Cannon Hill parkrun, Birmingham is cancelled on 18 July 2020: COVID-19 (Coronavirus)

Event #483

This week 629 people ran, jogged and walked the course, of whom 67 were first timers and 105 recorded new Personal Bests. Representatives of 56 different clubs took part.

The event was made possible by 51 volunteers:

Martin FOSTER • Barrie Moelwyn Antony ROBERTS • David CHAPMAN • Clive ROSE • Keith EVANS • Afshin BEMANI • Khatma BIBI • Janet SMITH • Sylvia HUGHES • Keira VALENTINE • Thomas STOKES • Geoffrey HUGHES • Harry ALVAREZ • James POWIS • Rafal DUDZIAK • Lee J GREGORY • Neil BROWN • Jon WILLIAMSON • Peter HICKMAN • Ron CATTLE • Emma CARTWRIGHT • Issy RAVENHILL • Chipo MANIKA • Austin BARBER • Marion PAVITT • Emily SHEPHERD • Scott BROUGH • Harriet COLLINGE • Anna MCMANUS • Ieuan DARKES • Ciaran TURNBULL • Elizabeth WHITWORTH • Ian SWAIN • Umar HASSAN • Hannah BLAKEY • Paul RUSSELL • Timothy HONG • Michael RAVENHILL • Dale MOGG • Tom DOWNES • Christina HADDON • Jane GILL • Navneet PHULL • Joe FARRAR • Stuart FREETH • Oliver KIERNAN • George DUNSTAN • Jeannie BIRKETT • Sarah WALLER • Chris ALLEN • Katey ANDERSON

Today's full results and a complete event history can be found on the Cannon Hill parkrun, Birmingham Results Page.

The female record is held by Hayley CARRUTHERS who recorded a time of 16:21 on 16th March 2019 (event number 433).
The male record is held by Omer AHMED who recorded a time of 14:38 on 15th June 2019 (event number 446).
The Age Grade course record is held by Tony WRIGHT who recorded 91.83% (16:19) on 26th January 2019 (event number 426).

Cannon Hill parkrun, Birmingham started on 28th August 2010. Since then 26,018 participants have completed 228,571 parkruns covering a total distance of 1,142,855 km, including 36,556 new Personal Bests. A total of 2,001 individuals have volunteered 14,449 times.

 

Cannon Hill parkrun, Birmingham Event number 479 8th February 2020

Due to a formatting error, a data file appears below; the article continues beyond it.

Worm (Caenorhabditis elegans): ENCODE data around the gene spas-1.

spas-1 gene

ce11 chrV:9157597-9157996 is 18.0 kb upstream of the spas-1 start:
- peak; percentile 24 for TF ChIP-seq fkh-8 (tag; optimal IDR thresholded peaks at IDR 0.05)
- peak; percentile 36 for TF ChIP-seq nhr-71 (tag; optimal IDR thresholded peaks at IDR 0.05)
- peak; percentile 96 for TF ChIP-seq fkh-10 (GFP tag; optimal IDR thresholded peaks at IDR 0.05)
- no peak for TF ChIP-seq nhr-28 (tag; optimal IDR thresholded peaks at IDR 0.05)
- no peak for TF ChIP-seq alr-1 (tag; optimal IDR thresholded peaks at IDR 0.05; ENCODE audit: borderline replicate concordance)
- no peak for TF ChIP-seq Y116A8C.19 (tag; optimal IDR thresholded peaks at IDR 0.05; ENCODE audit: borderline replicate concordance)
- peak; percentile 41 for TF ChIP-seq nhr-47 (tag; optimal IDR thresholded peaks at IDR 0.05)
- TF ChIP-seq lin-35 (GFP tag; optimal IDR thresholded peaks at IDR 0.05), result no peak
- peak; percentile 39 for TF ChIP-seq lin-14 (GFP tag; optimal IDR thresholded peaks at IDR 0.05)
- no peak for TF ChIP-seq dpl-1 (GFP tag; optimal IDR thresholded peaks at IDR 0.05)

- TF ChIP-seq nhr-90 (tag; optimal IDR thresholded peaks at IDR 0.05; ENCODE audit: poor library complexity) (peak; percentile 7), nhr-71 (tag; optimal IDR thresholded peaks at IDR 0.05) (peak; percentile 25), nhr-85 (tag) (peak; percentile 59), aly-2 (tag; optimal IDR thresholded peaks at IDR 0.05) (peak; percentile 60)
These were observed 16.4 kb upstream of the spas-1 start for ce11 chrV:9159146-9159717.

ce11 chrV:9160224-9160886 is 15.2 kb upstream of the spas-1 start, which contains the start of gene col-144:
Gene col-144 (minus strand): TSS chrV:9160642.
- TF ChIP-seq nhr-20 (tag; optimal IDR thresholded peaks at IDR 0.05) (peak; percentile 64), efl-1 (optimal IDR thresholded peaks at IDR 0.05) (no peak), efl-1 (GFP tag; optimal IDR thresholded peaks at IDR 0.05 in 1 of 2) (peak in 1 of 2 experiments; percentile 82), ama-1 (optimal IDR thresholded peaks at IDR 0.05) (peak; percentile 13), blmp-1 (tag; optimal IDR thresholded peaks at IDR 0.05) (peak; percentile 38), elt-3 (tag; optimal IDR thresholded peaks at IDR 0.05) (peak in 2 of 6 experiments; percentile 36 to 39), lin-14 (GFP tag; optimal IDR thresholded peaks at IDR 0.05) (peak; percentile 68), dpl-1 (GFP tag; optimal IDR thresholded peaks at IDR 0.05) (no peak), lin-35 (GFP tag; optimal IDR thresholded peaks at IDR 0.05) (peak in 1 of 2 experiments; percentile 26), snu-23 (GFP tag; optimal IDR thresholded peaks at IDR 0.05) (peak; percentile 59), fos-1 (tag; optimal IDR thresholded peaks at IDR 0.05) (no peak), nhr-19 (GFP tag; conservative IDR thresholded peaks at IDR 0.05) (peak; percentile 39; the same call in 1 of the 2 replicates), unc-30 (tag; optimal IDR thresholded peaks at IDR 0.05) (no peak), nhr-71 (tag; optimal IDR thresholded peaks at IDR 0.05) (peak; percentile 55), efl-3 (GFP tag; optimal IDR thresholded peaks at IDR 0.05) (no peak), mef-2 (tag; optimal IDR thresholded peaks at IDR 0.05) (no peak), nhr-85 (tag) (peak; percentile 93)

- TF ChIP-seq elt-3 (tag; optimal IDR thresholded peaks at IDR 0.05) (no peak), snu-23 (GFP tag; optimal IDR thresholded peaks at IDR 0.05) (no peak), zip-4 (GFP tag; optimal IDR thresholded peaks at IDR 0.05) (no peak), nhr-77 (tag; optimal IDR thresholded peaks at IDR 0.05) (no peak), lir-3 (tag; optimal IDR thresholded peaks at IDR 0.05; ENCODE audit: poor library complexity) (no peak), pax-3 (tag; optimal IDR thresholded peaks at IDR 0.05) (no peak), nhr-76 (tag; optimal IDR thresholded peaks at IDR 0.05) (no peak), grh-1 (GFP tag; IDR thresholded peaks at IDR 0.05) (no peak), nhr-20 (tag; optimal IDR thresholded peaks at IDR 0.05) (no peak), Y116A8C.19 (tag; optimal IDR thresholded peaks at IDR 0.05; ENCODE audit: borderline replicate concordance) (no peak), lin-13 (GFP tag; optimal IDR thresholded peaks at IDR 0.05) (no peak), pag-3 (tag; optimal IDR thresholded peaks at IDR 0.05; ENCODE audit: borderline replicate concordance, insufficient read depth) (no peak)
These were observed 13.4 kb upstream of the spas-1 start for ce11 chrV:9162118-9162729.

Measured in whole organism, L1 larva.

Cannon Hill parkrun report - Saturday 8 February 2020

7.30am - Barcode check, sat nat check and off I set - today had been in the calendar for a few months now as fellow Run Mummy Run Anna McManus was due to run her 100th parkrun. I’d been wanting to come across and visit for a while now but travelling from Telford and navigating the M6 and spaghetti junction had put me off.

I arrived in good time, probably a little early, parking ticket purchased and followed my nose (well Lycra clad runner) into the park. I’d ran through here before whilst doing the Birmingham Half Marathon and having only touched the edge of the park was excited to be running the parkrun course - a new recent change to the route too.

I’d heard Cannon Hill was a popular one and regular attendance can be between 800-1000 runners so couldn’t wait to enjoy the atmosphere that waited. I did a gentle warm up mile and noticed the high vis volunteers by the bandstand so knew where to head. Checked in and made myself known to the Run Director and waited then for my other running buddies to arrive.

The feel at Cannon Hill was different as each course is. I’d put today’s into a very well oiled parkrun category. Never before have I seen volunteers queue on arrival - obviously with running numbers there is a lot of support required to allow us to get our weekly running fix.

I really enjoyed my run this morning, I thanked every Marshall as I went past them and took the run a little easier than normal but all worked out well as I reserved some energy for the killer hill at the end lol

I crossed the finish line, and thought the finish funnel worked really well and again well organised back down to the path and took my token - 661. Many volunteers again ready to scan my barcode and token.

I then supported with sorting the tokens in the cafe - bit overwhelming with over 800 tokens but many hands made light work of the task ahead and I enjoyed chatting to two university students as we sorted.

A fab parkrun, my 177th run and volunteered too giving a little something back in return. Thank you Cannon Hill. Marie Mason

This week 863 people ran, jogged and walked the course, of whom 92 were first timers and 133 recorded new Personal Bests. Representatives of 46 different clubs took part.

The event was made possible by 58 volunteers: